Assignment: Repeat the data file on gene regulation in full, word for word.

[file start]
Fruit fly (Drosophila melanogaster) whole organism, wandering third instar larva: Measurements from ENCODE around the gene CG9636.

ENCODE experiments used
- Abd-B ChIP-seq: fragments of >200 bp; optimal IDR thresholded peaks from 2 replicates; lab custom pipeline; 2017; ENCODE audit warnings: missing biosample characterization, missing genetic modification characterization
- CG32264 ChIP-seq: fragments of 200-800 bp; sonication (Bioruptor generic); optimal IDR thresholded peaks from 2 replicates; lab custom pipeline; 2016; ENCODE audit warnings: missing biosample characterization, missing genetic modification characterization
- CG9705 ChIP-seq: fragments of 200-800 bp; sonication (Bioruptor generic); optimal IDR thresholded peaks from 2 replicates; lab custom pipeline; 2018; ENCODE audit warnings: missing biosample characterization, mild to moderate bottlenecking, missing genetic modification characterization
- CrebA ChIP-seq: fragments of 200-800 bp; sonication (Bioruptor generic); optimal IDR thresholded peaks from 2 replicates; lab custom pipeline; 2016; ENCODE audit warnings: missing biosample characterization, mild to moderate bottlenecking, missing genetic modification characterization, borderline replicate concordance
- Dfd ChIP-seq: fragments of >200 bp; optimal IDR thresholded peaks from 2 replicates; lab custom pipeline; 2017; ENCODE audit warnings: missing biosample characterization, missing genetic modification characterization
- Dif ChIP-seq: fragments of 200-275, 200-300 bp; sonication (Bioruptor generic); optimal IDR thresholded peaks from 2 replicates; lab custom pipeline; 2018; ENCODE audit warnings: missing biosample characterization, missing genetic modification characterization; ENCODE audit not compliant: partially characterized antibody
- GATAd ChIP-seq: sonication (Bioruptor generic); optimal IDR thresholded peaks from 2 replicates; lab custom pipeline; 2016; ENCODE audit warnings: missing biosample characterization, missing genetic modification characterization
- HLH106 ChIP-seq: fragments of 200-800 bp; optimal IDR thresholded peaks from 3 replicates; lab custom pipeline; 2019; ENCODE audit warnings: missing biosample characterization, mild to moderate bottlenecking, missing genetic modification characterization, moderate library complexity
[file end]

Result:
Fruit fly (Drosophila melanogaster) whole organism, wandering third instar larva: Measurements from ENCODE around the gene CG9636.

ENCODE experiments used
- Abd-B ChIP-seq: fragments of >200 bp; optimal IDR thresholded peaks from 2 replicates; lab custom pipeline; 2017; ENCODE audit warnings: missing biosample characterization, missing genetic modification characterization
- CG32264 ChIP-seq: fragments of 200-800 bp; sonication (Bioruptor generic); optimal IDR thresholded peaks from 2 replicates; lab custom pipeline; 2016; ENCODE audit warnings: missing biosample characterization, missing genetic modification characterization
- CG9705 ChIP-seq: fragments of 200-800 bp; sonication (Bioruptor generic); optimal IDR thresholded peaks from 2 replicates; lab custom pipeline; 2018; ENCODE audit warnings: missing biosample characterization, mild to moderate bottlenecking, missing genetic modification characterization
- CrebA ChIP-seq: fragments of 200-800 bp; sonication (Bioruptor generic); optimal IDR thresholded peaks from 2 replicates; lab custom pipeline; 2016; ENCODE audit warnings: missing biosample characterization, mild to moderate bottlenecking, missing genetic modification characterization, borderline replicate concordance
- Dfd ChIP-seq: fragments of >200 bp; optimal IDR thresholded peaks from 2 replicates; lab custom pipeline; 2017; ENCODE audit warnings: missing biosample characterization, missing genetic modification characterization
- Dif ChIP-seq: fragments of 200-275, 200-300 bp; sonication (Bioruptor generic); optimal IDR thresholded peaks from 2 replicates; lab custom pipeline; 2018; ENCODE audit warnings: missing biosample characterization, missing genetic modification characterization; ENCODE audit not compliant: partially characterized antibody
- GATAd ChIP-seq: sonication (Bioruptor generic); optimal IDR thresholded peaks from 2 replicates; lab custom pipeline; 2016; ENCODE audit warnings: missing biosample characterization, missing genetic modification characterization
- HLH106 ChIP-seq: fragments of 200-800 bp; optimal IDR thresholded peaks from 3 replicates; lab custom pipeline; 2019; ENCODE audit warnings: missing biosample characterization, mild to moderate bottlenecking, missing genetic modification characterization, moderate library complexity